May 30, 2018 — 2:22 PM UTC by Dina Hampton

3 Comments

Foresight Wealth Management LLC, a Salt Lake City-area advisor with $307 million in overseen assets, this month welcomed Chris Light as its newest wealth advisor and partner.

Light previously spent 13 years -- his entire career to date -- at Salt Lake City's Lafavi Wealth Management Inc., with $385 million of overseen assets, most recently as senior vice president. See: Advisor spotlight: Mormon duo use SEI, a radio show and their faith to succeed as RIAs.

At Foresight, Light will work with high-net-worth individuals and with businesses, with an emphasis on creating sophisticated retirement plans for entrepreneurs. Light's arrival brings Foresight's advisor head count to 15.

Founded in 2010, Draper, Utah-based firm was named one of the fastest-growing firms in the country on the Inc. magazine 5000 list In 2016. It offers wealth management, 401(k)s and insurance planning to individual and corporate clientele. See: Warranties and guarantees come to the 401(k) game but can insurance really put the client first? 

A graduate of Penn State University with a BS in Finance, Light also holds Series 7, 65, 63 certifications and a life insurance & variable contracts producer's license.

"As cliché as it may sound for somebody in my profession to say, I truly am deeply passionate with helping families grow and protect their wealth," Light said in a statement. "I truly love what I do and gain such joy from helping people achieve all that is important to them."

No people referenced

No other tags referenced



Share your thoughts and opinions with the author or other readers.

Gravatar

Bill Winterberg said:

October 12, 2009 — 2:43 PM UTC

I think a good policy for advisors to implement is a website review in conjunction with annual updates to Form ADV.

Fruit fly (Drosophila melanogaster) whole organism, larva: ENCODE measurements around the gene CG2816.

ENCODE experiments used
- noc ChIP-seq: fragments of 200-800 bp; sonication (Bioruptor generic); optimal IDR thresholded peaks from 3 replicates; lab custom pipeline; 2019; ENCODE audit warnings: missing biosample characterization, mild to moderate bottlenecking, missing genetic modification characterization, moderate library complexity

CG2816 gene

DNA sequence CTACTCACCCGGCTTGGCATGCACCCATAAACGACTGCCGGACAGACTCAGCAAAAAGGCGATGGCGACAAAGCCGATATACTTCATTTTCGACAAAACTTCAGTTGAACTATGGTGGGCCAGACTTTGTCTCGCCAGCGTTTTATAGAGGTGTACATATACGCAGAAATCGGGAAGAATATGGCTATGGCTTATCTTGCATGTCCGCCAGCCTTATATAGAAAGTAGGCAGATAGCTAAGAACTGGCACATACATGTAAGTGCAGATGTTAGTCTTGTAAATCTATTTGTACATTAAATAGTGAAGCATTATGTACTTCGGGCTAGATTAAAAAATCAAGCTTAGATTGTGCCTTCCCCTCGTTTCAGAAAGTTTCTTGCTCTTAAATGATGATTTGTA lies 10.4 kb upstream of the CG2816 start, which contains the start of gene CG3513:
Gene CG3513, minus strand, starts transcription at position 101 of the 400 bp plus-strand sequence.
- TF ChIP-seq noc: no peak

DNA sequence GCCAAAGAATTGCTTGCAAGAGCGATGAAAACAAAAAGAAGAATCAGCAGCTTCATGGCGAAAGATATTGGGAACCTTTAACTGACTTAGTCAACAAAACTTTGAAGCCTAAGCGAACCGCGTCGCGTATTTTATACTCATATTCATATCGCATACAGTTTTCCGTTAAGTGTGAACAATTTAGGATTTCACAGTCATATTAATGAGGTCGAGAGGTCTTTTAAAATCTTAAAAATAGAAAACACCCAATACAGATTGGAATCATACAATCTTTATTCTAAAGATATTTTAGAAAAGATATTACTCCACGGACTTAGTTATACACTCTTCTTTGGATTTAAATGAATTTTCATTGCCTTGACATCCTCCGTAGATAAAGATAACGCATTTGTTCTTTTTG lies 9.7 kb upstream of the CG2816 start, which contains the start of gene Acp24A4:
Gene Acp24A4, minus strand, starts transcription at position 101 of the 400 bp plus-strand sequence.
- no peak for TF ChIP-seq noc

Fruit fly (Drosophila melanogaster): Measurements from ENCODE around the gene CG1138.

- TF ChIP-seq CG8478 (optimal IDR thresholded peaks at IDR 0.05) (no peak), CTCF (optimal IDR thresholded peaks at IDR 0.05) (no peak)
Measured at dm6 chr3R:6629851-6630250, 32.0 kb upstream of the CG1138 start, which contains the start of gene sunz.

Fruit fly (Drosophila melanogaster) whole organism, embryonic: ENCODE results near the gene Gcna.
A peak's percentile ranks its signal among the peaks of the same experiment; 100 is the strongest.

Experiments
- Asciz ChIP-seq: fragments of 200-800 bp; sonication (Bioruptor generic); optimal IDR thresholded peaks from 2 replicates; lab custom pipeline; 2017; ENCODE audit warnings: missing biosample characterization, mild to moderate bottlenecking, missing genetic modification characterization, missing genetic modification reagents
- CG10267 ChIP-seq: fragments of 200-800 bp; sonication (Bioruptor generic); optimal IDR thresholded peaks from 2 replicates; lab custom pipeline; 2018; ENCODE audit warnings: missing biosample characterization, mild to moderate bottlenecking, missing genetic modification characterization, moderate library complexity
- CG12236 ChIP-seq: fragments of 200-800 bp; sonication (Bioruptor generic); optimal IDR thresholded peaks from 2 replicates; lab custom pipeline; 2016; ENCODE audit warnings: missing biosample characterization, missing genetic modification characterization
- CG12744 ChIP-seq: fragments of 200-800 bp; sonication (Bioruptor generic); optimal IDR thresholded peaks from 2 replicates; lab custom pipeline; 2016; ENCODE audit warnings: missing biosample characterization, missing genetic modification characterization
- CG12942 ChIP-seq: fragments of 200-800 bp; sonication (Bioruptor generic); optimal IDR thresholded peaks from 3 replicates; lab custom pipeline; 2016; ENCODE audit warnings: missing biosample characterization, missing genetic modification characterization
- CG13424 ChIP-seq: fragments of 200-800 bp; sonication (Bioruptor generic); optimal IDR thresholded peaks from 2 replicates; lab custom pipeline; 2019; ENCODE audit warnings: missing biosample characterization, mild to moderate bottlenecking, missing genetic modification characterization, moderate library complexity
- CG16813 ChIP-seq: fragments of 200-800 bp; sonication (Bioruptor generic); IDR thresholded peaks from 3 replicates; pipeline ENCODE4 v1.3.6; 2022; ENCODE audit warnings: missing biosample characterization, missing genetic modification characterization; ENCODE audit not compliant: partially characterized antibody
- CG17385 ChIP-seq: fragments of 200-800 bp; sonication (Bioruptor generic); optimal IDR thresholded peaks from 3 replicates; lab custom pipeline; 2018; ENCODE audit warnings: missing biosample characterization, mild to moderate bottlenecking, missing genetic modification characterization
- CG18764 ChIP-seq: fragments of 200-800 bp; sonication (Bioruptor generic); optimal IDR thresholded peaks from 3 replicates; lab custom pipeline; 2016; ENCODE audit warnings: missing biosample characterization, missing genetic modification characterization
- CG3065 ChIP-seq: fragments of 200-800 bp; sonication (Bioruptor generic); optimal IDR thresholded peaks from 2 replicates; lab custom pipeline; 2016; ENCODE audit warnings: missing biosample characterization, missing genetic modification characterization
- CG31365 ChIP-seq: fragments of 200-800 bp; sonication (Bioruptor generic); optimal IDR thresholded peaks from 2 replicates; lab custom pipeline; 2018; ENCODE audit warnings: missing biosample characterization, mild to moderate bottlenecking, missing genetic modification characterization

Any information stated about the firm on the website, including fee schedule, an advisor’s background and experience, or AUM figures as Abromowitz point out should match those found in Form ADV.

It’s up to the Chief Compliance Officer to review all website materials, at least annually, to verify that they are in compliance with the firm’s regulatory filings and mandatory disclosures.

Lastly, an outdated copyright (e.g. 2005) or “latest news” article from 2007 is a quick way to turn prospects off to a new firm. If a firm can’t keep its website current, imagine how they might manage financial plan and investment follow up. I’m not saying there’s a 1-to-1 correlation, but it’s one area where advisors must make a good impression.

Bill Winterberg
<a href="http://fppad.com">FPPad.com</a>

Gravatar

TJ Gilsenan said:

October 13, 2009 — 12:28 AM UTC

Great article. I’d add that advisors may not be seeing the real cost of an outdated website – lost revenue. As more and more people turn to the web to gather information/source solutions for their problems, being visible to them at the very moment they are searching is paramount. What is the value to your practice of connecting with an investor at the moment he is using Google to research financial planning? or an ira rollover? Imagine how lucky you would have to be to find this guy at the same right moment through direct mail or a seminar. By searching Google for financial planning, he’s identifying himself as your next client.

What does this have to do with outdated websites? Search engines love fresh content. To have any hope of appearing on the first few pages of Google’s search results your website must have fresh content. This content should be more than just updated AUM or fee schedules. Blog posts, e-newsletters, and 3rd party articles are all great examples of rich content. Do this and you dramatically increase your chances of being in front of exactly the right people at exactly the right time.

Gravatar

Les Abromovitz said:

October 14, 2009 — 3:14 PM UTC

Ironically, after writing this article, I was reviewing an RIA’s website for compliance with advertising rules and regulations. In the firm’s library of current financial planning topics, I found an article referring to the earnings limit if you are collecting Social Security benefits before reaching your full retirement age. The article went on to provide the earnings cap for 2002, a fairly good clue that the information had not been updated since that year. As Bill and TJ correctly pointed out, you’re not putting your best foot forward when you keep stale information on your website.


Submit your comments: